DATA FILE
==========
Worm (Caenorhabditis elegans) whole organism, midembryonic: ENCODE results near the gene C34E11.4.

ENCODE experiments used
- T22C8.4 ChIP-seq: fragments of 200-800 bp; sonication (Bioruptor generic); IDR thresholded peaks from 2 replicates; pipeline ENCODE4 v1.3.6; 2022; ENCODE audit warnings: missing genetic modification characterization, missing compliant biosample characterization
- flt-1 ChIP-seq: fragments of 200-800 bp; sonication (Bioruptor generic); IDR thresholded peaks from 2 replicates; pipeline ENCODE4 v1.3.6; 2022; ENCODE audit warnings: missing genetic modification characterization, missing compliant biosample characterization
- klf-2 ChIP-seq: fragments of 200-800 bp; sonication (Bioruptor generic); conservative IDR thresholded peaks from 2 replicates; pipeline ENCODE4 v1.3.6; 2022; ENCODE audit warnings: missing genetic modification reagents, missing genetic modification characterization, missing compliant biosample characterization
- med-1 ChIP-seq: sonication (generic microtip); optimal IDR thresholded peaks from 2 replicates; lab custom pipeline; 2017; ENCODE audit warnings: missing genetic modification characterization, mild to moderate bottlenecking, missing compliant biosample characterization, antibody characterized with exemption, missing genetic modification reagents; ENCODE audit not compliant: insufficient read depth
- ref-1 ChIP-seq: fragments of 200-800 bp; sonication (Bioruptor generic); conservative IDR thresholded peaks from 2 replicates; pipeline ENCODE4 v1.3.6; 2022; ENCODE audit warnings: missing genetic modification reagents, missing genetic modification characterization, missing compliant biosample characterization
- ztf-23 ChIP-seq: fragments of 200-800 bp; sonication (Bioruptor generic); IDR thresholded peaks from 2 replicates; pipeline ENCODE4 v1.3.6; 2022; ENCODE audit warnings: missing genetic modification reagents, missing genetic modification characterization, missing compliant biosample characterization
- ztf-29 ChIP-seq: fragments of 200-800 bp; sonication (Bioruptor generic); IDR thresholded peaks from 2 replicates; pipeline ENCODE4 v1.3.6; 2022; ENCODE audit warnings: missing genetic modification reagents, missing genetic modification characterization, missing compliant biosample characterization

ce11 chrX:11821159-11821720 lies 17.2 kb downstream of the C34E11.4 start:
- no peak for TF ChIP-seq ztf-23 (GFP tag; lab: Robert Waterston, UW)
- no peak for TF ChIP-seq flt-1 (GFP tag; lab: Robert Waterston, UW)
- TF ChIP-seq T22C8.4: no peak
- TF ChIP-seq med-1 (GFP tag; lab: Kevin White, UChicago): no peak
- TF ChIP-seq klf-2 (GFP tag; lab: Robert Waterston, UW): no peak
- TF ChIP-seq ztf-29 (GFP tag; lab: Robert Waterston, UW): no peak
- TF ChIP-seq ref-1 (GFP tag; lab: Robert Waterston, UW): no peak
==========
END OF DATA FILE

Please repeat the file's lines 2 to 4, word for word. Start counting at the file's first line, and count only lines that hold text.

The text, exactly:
ENCODE experiments used
- T22C8.4 ChIP-seq: fragments of 200-800 bp; sonication (Bioruptor generic); IDR thresholded peaks from 2 replicates; pipeline ENCODE4 v1.3.6; 2022; ENCODE audit warnings: missing genetic modification characterization, missing compliant biosample characterization
- flt-1 ChIP-seq: fragments of 200-800 bp; sonication (Bioruptor generic); IDR thresholded peaks from 2 replicates; pipeline ENCODE4 v1.3.6; 2022; ENCODE audit warnings: missing genetic modification characterization, missing compliant biosample characterization